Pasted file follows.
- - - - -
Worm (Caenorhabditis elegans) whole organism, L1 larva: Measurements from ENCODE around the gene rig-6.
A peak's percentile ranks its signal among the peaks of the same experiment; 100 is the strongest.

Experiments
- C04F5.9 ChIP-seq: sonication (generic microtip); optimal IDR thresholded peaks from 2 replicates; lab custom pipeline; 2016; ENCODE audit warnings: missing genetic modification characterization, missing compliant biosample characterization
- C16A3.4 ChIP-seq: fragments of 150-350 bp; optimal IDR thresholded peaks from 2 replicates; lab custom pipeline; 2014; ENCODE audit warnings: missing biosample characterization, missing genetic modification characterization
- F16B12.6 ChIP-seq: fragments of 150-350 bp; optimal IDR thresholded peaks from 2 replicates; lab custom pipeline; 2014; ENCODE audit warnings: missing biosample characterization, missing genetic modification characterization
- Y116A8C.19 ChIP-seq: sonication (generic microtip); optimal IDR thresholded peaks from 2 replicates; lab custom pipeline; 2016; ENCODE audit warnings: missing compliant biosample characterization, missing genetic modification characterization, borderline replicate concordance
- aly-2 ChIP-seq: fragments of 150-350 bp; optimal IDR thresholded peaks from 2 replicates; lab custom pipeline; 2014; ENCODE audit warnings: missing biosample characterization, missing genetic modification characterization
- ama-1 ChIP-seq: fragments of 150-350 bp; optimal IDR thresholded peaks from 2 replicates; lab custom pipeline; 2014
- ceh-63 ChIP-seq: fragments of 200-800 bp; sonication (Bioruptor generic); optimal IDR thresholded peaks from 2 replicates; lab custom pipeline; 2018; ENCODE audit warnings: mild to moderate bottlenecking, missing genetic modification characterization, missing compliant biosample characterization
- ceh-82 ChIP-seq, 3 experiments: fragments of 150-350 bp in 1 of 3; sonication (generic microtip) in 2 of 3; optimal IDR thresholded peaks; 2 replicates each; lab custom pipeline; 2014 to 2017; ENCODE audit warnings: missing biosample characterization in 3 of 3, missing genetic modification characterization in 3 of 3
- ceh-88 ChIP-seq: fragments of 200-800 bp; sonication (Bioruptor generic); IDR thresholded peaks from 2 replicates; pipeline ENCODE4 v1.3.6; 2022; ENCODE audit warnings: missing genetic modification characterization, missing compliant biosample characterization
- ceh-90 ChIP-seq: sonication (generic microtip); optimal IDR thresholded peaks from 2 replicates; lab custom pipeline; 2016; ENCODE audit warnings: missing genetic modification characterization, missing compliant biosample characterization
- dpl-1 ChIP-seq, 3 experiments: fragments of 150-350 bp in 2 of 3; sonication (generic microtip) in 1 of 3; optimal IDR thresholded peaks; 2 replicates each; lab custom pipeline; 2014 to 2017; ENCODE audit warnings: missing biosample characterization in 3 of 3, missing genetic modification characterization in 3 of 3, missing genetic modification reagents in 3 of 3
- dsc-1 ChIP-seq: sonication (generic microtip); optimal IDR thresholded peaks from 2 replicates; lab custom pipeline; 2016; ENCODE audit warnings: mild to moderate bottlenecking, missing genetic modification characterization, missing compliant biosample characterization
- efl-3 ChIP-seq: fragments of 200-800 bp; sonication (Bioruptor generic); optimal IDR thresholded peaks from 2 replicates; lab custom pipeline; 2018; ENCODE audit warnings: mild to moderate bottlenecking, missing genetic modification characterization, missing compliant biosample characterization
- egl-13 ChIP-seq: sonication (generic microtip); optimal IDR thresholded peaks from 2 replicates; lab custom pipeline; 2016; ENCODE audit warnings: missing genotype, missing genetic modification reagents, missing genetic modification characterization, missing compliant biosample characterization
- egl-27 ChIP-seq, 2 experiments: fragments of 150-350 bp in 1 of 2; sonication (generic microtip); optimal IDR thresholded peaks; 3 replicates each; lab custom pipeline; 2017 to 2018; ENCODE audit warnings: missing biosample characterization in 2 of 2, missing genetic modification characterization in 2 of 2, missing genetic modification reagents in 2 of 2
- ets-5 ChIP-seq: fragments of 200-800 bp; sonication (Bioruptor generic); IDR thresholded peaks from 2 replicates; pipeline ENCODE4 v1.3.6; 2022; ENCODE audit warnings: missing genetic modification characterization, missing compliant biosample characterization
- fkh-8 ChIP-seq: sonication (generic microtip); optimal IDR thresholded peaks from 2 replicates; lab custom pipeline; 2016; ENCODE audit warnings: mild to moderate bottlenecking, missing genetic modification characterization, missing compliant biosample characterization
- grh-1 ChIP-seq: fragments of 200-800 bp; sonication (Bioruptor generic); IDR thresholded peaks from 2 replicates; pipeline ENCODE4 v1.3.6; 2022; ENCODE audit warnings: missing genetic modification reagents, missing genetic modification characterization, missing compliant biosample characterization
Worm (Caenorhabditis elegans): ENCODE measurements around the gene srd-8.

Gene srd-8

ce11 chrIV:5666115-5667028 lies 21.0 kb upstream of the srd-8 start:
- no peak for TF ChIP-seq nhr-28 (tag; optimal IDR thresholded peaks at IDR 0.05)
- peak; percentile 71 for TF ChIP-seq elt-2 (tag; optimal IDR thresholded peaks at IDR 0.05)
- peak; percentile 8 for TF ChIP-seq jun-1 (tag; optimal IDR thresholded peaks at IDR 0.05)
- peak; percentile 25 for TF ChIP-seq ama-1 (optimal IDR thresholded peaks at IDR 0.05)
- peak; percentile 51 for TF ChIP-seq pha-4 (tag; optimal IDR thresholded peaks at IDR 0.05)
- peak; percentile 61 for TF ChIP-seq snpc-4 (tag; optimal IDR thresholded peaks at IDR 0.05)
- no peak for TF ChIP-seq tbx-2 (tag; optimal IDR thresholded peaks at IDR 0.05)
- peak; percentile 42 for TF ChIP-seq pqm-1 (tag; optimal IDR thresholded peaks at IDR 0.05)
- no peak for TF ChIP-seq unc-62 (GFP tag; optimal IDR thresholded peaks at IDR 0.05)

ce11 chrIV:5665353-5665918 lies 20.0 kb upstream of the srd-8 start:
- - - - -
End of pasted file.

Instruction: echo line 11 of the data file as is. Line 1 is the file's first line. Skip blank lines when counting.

- ceh-82 ChIP-seq, 3 experiments: fragments of 150-350 bp in 1 of 3; sonication (generic microtip) in 2 of 3; optimal IDR thresholded peaks; 2 replicates each; lab custom pipeline; 2014 to 2017; ENCODE audit warnings: missing biosample characterization in 3 of 3, missing genetic modification characterization in 3 of 3